Members of the Communications Workers of America (CWA) Local 9413 union gathered outside of Saint Mary’s Regional Medical Center on Friday morning. They called the hospital’s parent company greedy and unaccountable.
They held picket signs and chanted, “When working families are under attack, what do we do? Stand up, fight back.” Their masks were emblazoned with a coiled snake and the words, “Will strike if provoked.”
“It’s the audacity and the pure greed and the shamelessness of this employer that’s on full display here,” said Robert Longer, who works for the hospital’s employee union. “You know it’s been 10 hard months at the bargaining table with the employer. We started negotiations in February.”
CWA represents more than 700 workers at the hospital who are not nurses, doctors or administrators. Its members include custodians, food service workers, technicians in various departments and certified nursing assistants (CNAs)—and, for the last 10 months, they said they have struggled to arrive at agreements with the hospital’s management concerning their health care benefits and wages.
Union members say the hospital’s owner—Prime Healthcare Services, which purchased the hospital in 2012—has been trying to alter health coverage while also proposing to raise the employees’ co-pays for doctor’s visits and medication.
Longer is the chief bargainer for the workers current contract negotiations with the hospital.
Longer said that just before the start of negotiations for the new contract, Prime Healthcare Services changed employee insurance plans and rates despite the employees having an active and open contract.
“Right now, it’s on Saint Mary’s to do what’s right. It’s on Saint Mary’s.”
“So, of course, we got them to change that back because of our contract,” he said. “But that gave us an insight as to the tactics that this employer was about to employ. And, sure enough, here we are. It took them a little bit, but they finally came out and said, ‘Hey, we want to raise health insurance rates for employees. We want to raise premium rates for the employees. We want to raise the co-pays for the visits for employees.’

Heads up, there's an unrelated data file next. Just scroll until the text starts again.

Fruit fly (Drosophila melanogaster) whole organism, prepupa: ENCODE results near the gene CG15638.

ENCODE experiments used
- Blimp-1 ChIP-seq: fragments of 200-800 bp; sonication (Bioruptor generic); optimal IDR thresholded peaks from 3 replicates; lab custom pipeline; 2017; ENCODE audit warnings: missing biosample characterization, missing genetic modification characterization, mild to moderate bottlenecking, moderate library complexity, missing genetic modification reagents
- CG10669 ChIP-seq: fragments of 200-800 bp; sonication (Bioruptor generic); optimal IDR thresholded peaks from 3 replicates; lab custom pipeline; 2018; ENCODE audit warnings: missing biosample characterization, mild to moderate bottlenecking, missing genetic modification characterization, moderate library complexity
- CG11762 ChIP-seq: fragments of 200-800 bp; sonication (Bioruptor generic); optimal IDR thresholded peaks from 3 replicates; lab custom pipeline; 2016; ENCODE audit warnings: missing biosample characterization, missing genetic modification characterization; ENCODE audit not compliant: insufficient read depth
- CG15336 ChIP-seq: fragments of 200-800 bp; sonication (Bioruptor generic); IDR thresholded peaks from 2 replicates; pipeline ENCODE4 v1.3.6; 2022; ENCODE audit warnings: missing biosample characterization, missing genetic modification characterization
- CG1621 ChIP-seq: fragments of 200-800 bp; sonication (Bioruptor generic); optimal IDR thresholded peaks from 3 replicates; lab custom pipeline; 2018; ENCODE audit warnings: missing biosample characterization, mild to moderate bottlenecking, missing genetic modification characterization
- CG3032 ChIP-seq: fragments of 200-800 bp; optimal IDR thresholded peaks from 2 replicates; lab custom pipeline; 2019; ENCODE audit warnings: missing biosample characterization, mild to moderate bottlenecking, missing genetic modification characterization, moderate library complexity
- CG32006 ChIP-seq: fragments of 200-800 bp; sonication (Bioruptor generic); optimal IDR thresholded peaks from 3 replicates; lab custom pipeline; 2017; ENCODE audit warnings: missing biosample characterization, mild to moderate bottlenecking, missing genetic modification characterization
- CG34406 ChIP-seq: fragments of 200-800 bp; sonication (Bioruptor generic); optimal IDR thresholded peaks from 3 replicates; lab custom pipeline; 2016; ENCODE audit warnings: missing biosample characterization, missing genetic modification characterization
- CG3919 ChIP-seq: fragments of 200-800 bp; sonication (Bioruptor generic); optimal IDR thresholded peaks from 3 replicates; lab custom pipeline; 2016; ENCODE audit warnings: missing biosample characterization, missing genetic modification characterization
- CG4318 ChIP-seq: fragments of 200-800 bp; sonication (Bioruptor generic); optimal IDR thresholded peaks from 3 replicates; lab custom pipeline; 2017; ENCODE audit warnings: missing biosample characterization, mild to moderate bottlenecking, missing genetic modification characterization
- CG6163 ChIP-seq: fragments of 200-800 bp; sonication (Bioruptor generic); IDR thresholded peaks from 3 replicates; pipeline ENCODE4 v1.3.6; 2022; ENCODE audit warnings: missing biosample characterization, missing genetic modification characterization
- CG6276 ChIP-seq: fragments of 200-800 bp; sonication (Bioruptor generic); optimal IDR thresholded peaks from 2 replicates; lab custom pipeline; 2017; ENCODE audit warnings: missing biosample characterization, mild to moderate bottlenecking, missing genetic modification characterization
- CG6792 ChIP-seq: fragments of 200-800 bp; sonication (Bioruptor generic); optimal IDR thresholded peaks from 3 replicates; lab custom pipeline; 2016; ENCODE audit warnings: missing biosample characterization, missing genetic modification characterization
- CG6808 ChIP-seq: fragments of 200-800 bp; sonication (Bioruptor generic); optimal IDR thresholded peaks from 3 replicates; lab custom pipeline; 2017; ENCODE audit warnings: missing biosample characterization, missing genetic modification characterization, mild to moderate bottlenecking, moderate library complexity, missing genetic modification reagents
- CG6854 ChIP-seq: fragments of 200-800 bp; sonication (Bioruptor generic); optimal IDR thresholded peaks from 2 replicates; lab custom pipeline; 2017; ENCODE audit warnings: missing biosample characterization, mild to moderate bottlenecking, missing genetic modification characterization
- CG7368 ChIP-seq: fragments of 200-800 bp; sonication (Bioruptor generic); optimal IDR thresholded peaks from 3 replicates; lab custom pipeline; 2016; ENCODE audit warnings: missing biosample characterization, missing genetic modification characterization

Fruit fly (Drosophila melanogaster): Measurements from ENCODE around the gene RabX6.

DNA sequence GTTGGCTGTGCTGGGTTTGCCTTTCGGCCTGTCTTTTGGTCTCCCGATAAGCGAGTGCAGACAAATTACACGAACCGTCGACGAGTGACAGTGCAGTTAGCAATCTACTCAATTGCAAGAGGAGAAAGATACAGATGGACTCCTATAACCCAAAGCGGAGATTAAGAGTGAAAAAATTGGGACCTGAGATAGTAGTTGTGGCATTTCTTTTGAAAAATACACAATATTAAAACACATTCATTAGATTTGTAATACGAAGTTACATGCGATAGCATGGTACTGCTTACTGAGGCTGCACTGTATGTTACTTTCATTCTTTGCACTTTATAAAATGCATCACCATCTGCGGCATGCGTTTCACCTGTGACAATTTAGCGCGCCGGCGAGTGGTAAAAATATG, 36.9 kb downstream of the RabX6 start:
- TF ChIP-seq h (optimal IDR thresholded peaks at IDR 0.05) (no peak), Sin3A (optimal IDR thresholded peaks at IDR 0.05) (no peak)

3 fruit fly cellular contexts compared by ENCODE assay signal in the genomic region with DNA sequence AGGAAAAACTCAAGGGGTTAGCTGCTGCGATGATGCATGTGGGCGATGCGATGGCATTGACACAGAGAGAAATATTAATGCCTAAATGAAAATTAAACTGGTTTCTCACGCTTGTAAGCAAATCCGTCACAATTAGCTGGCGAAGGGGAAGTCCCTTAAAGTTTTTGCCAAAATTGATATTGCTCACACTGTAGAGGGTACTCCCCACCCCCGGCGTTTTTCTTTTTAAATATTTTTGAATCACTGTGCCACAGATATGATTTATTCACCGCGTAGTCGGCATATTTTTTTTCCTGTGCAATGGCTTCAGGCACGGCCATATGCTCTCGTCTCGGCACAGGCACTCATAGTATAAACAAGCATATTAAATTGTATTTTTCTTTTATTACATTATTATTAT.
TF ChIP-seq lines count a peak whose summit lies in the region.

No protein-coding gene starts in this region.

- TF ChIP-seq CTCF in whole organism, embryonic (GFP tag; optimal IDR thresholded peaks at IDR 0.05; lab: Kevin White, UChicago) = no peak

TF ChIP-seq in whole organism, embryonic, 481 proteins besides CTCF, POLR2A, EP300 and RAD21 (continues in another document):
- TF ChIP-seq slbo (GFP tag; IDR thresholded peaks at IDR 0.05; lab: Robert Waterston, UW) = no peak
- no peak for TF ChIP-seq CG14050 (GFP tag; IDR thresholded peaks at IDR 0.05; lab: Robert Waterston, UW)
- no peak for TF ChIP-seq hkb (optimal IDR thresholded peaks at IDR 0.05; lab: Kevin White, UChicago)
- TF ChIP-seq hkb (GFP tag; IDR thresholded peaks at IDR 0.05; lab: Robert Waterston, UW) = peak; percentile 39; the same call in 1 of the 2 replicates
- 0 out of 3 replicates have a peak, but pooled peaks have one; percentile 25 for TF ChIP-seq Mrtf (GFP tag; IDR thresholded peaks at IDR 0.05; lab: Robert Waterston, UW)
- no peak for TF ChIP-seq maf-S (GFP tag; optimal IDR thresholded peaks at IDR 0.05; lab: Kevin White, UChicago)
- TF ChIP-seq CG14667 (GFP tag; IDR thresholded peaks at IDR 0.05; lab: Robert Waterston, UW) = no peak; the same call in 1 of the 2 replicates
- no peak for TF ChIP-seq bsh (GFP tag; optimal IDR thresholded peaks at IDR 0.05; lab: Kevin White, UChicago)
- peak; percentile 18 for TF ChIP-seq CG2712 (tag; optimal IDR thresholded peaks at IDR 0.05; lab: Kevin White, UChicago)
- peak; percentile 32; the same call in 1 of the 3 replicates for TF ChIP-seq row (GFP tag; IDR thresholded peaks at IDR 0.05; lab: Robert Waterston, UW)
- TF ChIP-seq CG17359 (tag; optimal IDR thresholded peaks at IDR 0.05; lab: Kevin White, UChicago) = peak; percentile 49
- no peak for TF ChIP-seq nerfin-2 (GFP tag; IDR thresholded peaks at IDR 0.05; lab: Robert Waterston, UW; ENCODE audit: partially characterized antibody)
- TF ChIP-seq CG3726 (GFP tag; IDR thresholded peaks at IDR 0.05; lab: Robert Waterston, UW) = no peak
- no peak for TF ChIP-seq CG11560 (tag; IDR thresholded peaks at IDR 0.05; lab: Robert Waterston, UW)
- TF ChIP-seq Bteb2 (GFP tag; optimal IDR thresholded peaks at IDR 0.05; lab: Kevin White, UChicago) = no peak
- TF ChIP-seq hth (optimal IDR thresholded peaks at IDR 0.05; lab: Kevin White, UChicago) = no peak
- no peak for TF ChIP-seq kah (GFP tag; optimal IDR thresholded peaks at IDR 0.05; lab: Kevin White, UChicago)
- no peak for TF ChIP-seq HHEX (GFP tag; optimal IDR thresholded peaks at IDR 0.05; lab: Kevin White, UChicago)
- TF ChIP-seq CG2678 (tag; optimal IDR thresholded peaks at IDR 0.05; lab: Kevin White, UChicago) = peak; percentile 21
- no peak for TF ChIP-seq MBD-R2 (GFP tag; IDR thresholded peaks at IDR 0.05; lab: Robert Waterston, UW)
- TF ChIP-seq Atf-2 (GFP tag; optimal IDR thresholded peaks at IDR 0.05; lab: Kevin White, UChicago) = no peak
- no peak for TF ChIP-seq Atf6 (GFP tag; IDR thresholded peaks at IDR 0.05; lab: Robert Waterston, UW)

“And all of this, of course, in the middle of a global pandemic where these are all frontline, essential workers—working with COVID patients in a hospital, an acute care facility with an emergency room and an operating suite..”
Wendy Friedl has been an ultrasound technician for 28 years, 18 of them at Saint Mary’s. She’s also the CWA’s vice president for the hospital and a member of its negotiating team. She echoed Longer’s feelings about the now nearly year-long negotiations process for both health care benefits and wages.
“Finally, two weeks ago, they proposed a little bit of an increase in our wages as far as an annual wage,” she said. “And then, as far as the wage scale goes, they proposed a slight increase for only certain job descriptions. But we don’t think that we have fair wages here that keep people here. They can go down to Renown and make three to five dollars more for a lot of positions.”
She said the health care coverage being proposed by Prime covers less than what employees have had over the past few years.
“They say, ‘Oh, we won’t increase the premiums, but the co-pays are going to double on everything,” Friedl said. “And certain things will be limited on how many visits you can have—chiropractor, physical therapy, which some of them are pretty much open. We don’t have a set number of times you can go. We want to be treated fairly. We want to be treated fairly, so we can take care of our patients.”